Are you pregnant? Latest advances in antenatal assessments

This blog is written by our clinicians and aims to keep patients informed with up to date information on medical conditions. The editor of the blog is Dr Cristina Romete.

Most people would agree that we tend to cope with challenges better if there has been some preparation. Pregnancy screening has been advancing over the past decade in terms of categorising risks of chromosomal abnormalities. This offers women who have pregnancies considered to be high risk to avail of appropriate further screening and for women with low risk pregnancies to avoid unnecessary invasive testing.
Up until recently doctors have been using the results of the Nuchal Translucency Scan, reviewing the nose bone of the baby and an additional blood test to identify two pregnancy hormones. This has achieved a positive predictive value of about 84%. Women with high risk are offered to proceed to chorion villous sampling or amniocentesis. These are invasive tests that carry a miscarriage risk or about 1:100.
This is changing now with the Non-Invasive Prenatal Test known as Harmony.

What is Harmony?

This is a combined test that can be performed from 11 weeks of pregnancy. It is a simple blood test from the mother that can be analysed for cell free fetal DNA. The results have a detection rate of more than 99% which will hugely reduce the need for invasive testing as before. This is great news for couples because it eliminates the risk of miscarriage of pregnancy. An ultrasound scan is performed just before the blood test.
Who needs Non-Invasive Prenatal Testing?
Anyone who is anxious about her baby having a chromosomal abnormality such as Downs Syndrome, Edwards, Patau’s or a sex chromosome abnormality such as Turner and Klinefelter Syndromes.

HARMONY TEST <1:1600 >99:100 Down’s Syndrome
Edward’s Syndrome
Patau Syndrome
Turner Syndrome
Klinefelter Syndrome
Fetal Sex
NUCHAL TEST 1:20 79:100 Down’s Syndrome
Edwards Syndrome
Patau Syndrome

How long to receive results from a Harmony Test?
The result is expressed as high risk or low risk as this is a screening test not a diagnostic test. A low risk result gives a risk of a chromosomal problem of less than 1:10000. A high-risk result gives a risk of greater than 99%. A high-risk result foes not confirm the baby has the chromosomal abnormality. Should an amniocentesis or chorionic villous sampling be offered, full counselling is given.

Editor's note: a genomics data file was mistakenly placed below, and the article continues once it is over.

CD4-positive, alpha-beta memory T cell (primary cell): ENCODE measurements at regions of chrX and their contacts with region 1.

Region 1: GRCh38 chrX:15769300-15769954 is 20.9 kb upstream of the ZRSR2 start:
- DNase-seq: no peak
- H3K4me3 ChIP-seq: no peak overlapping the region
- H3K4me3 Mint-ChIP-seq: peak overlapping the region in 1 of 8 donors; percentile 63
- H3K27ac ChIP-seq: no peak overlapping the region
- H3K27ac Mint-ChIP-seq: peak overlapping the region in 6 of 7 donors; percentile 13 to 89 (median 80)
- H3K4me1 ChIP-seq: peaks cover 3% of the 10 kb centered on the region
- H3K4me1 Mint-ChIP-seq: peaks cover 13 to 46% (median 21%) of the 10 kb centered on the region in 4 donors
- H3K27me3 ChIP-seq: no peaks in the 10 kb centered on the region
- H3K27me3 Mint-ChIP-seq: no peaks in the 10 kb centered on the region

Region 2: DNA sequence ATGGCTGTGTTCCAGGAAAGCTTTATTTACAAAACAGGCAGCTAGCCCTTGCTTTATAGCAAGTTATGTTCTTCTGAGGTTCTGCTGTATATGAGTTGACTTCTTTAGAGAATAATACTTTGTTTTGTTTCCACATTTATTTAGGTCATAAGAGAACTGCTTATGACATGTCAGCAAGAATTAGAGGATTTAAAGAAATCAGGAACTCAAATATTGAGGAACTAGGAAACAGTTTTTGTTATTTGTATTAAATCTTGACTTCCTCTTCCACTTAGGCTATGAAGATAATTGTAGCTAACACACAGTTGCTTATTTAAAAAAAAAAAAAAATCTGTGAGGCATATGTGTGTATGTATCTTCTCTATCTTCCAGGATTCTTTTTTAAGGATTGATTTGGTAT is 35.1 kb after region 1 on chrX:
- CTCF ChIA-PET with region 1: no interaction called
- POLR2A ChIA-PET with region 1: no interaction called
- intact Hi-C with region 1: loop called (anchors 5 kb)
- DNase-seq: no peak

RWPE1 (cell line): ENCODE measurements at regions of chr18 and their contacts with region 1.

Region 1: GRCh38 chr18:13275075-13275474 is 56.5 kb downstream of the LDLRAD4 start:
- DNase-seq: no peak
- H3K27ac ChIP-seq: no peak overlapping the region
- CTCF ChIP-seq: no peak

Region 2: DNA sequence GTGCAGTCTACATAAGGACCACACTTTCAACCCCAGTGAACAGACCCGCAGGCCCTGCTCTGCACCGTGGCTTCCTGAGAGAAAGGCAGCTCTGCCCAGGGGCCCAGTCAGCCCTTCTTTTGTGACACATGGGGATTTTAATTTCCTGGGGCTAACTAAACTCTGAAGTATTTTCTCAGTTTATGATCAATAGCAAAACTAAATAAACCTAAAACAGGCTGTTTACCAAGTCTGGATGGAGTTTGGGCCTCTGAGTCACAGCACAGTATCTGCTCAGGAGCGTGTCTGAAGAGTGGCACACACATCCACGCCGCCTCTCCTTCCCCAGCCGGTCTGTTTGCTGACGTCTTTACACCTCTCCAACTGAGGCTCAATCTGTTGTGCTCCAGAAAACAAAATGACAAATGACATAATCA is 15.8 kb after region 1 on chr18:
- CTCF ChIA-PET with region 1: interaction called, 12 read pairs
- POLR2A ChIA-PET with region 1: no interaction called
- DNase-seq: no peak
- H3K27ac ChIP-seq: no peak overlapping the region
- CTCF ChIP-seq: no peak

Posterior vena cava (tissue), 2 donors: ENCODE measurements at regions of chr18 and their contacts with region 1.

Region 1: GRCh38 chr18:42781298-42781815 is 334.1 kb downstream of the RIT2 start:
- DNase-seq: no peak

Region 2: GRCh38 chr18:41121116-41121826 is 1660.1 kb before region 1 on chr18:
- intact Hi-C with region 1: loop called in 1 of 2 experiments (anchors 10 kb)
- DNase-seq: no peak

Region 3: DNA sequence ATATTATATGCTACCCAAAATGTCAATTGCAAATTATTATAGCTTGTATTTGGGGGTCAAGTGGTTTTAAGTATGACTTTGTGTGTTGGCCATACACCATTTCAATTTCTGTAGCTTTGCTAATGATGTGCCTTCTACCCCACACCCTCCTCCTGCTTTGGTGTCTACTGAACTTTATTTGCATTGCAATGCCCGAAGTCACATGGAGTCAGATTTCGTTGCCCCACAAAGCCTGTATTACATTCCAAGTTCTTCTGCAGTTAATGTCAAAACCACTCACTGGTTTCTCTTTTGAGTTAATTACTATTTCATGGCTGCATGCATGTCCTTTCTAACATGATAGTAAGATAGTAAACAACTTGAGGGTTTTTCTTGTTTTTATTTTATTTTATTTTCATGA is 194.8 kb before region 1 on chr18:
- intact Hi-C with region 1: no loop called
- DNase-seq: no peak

The results are known within 5 working days. The sex of the baby can also be revealed with the Harmony test, if parents wish to.

Antenatal blood test for early detection of pre-eclampsia……coming soon at ROC!

1 in 10 pregnancies in the UK are complicated by pre-eclampsia.
Around 5 in 1000 pregnancies are complicated by severe pre-eclampsia.
15%-20% of all preterm births are attributable to pre-eclampsia.
A woman who has had pre-eclampsia has a 16% risk of having it again in a future pregnancy.
These statistics are worrying for pregnant women which is why a brand new advanced screening test known as PIGF, can now be done as early as 11 weeks to identify the high-risk cases to be able to start preventative actions in time for it to be of maximum benefit.
Further testing can be done in the second trimester of pregnancy to reassess the risk or assess those not screened in the first trimester.
In the third trimester, the test will help identify those pregnancies that will develop pre-eclampsia and thus administer treatment in a timely manner.

ROC Private Clinic are one of the first to bring this test to the market.

What is PIGF screening?
A simple blood test combined with a short ultrasound scan will indicate a patient’s risk for pre-eclampsia and allow health care professionals to intervene, reassess or discount in the follow up care plan.
What to expect from results?
Results will be available from the laboratory within 5-7 days. They will be reported as low risk or high risk giving your midwife/GP/obstetrician the option to further investigate in view to treatment or proceed with routine antenatal care.

Screening test for Group B Strep (GBS)

Group B Strep is the UK’s most common cause of life-threatening infections in new born babies. Most GBS infections can be prevented by giving antibiotics through a vein at the start of labour to all women who carry it.
Screening for GBS is not routinely offered in the NHS. However, ROC Private Clinic are now offering this to all pregnant women regardless if it is their first pregnancy or not.

What is the test?
Two swabs are taken and sent to the laboratory to be cultured ideally in the last 5 weeks of pregnancy.

What are the results?
Results can be expected within 5-7 days and are reported in a positive or negative format.

ROC Private Clinic is committed to bringing the latest advances in medicine to its patients. We shall keep you informed of any future developments.

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